For summer flower power, hydrangeas are a must. They fill up hard to plant places, producing colorful mopheads of flowers in blues, pinks, pure white, lavender and rose.
When the flowers start to fade, they can change color too. This makes them interesting in the garden, and perfect for flower arranging.
While hydrangeas typically look best when planted en masse on their own, there are a few plants that make great friends for your favorite cut flowers.
Quick Care Guide For Hydrangeas
Hydrangea macrophylla – also known as mophead, bigleaf hydrangeas, or the old-fashioned hortensia – are generally easy to grow and care for with a little knowledge and observation. They also grow well in containers.
These are woody deciduous shrubs like cool, slightly shaded conditions in the dappled shadow of trees or larger shrubs. Avoid too much shade if you want them to bloom well.
They need rich soil with plenty of compost and leaf mold added. Hydrangeas like well-draining soil, but it should be kept moist, especially during the heat of summer. A layer of mulch will help to keep the soil cool and moist.
Hydrangeas need plenty of water and are greedy feeders. They require regular applications of general fertilizer or specialized hydrangea food from spring to fall to perform their best.
Why Do Some Hydrangeas Change Flower Color?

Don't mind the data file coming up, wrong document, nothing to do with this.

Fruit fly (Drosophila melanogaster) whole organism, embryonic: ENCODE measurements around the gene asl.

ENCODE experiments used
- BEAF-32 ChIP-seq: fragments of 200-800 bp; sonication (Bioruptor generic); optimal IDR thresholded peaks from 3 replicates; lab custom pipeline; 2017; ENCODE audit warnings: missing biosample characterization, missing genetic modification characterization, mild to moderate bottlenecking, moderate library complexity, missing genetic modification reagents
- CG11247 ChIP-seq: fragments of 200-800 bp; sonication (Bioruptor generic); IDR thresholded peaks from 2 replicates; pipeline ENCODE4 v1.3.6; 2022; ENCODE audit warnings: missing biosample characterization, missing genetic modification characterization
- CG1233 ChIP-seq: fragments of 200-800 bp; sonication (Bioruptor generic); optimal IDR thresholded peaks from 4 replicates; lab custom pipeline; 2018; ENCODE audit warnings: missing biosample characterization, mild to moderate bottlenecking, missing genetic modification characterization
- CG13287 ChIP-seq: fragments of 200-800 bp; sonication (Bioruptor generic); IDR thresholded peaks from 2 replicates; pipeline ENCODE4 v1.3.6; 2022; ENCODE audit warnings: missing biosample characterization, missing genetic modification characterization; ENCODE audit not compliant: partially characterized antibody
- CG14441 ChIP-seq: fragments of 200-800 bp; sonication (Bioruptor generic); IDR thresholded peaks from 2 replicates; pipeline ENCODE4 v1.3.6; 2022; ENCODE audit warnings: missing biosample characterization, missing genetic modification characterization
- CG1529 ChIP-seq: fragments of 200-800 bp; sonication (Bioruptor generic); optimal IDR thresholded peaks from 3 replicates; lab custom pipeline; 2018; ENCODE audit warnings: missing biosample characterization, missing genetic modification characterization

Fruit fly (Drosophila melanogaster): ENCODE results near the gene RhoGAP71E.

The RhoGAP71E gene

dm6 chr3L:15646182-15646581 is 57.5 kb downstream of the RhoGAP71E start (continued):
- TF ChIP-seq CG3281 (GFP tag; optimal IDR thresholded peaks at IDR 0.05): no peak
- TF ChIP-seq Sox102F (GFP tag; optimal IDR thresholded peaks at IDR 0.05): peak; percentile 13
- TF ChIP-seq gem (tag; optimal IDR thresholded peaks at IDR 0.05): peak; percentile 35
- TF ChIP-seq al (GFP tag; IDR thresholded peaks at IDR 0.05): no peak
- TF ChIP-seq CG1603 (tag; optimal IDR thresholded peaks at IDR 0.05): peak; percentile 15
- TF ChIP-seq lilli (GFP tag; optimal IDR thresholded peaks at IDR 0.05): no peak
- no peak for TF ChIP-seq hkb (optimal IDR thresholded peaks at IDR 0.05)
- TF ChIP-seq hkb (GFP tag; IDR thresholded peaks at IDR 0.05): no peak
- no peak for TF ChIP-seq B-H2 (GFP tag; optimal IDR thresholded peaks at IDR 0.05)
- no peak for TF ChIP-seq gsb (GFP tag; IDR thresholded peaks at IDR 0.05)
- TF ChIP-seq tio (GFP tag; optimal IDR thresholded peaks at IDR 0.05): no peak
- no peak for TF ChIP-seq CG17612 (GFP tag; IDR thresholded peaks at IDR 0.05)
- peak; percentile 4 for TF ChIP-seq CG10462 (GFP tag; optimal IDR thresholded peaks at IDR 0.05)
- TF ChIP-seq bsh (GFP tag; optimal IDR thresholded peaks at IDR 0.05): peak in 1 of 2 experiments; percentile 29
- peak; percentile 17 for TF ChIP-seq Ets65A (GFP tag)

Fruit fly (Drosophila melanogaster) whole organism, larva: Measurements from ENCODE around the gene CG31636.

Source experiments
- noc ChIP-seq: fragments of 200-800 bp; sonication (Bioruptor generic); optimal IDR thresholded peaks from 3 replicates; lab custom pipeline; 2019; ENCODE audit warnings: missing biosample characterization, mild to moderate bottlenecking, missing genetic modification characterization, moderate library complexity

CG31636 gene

It can be confusing to see your prized blue hydrangea change color to pink once you get them in the ground.
The reason for this is the chemical composition and pH levels in the soil. Flowers are naturally pink, but will turn blue if the soil contains aluminum and the pH is acidic.
In alkaline soils, hydrangeas remain pink and the white ones usually stay white, but may get some coloration in the center of the blooms.
Blue hydrangeas can be kept blue by keeping an eye on the pH levels and adjusting if necessary, or using a commercial fertilizer like Blue Hydrangea Food that is specifically made for that purpose.
Best Companion Plants For Hydrangeas
Azaleas and rhododendrons are some of the best plants to grow next to hydrangeas as they like the same things – a bit of shade and a good organic mulch.
These plants match blue hydrangea’s preference for slightly acidic soil too. Avoid the pink ones, or allow them to turn blue, as they will not do well with acid-loving azaleas and prefer more alkaline soil.
Azaleas are not bothered by insects or diseases, making good companions for any acid-loving plants. For a spectacular show, try the white or yellow-flowering types to contrast with blue hydrangeas. Any of the pink or salmon colors will go well with white hydrangeas.
Most azaleas will flower in spring and into summer, but some varieties will flower at other times of the year to maintain interest in the garden.
This perennial plant is known for its striking foliage in shades of purple, red, lime green, rose, gold and green.
Known as Coral Bells, these plants are native to North America and are perfect for a shaded woodland environment, making them ideal for planting with hydrangeas.
They produce tiny bell-shaped flowers in spring and summer that are rich in nectar and attract pollinators like butterflies and birds in droves.